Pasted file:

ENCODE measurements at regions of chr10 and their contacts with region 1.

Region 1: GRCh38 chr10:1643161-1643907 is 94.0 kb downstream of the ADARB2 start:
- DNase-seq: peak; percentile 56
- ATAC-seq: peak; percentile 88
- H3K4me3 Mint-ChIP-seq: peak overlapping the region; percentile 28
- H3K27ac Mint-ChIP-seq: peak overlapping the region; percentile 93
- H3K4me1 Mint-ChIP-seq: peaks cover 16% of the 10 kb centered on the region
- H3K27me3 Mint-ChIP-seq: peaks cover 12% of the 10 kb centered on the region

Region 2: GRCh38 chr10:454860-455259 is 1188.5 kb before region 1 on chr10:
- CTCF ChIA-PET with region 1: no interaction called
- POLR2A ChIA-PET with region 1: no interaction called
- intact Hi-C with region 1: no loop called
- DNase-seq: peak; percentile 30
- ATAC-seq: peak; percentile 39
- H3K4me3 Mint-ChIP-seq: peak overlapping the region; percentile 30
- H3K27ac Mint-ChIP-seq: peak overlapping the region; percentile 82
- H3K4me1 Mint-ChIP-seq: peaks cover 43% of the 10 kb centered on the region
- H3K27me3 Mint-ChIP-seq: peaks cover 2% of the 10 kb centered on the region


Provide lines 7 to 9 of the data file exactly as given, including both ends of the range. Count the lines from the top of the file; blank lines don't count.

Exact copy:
- H3K4me1 Mint-ChIP-seq: peaks cover 16% of the 10 kb centered on the region
- H3K27me3 Mint-ChIP-seq: peaks cover 12% of the 10 kb centered on the region

Region 2: GRCh38 chr10:454860-455259 is 1188.5 kb before region 1 on chr10: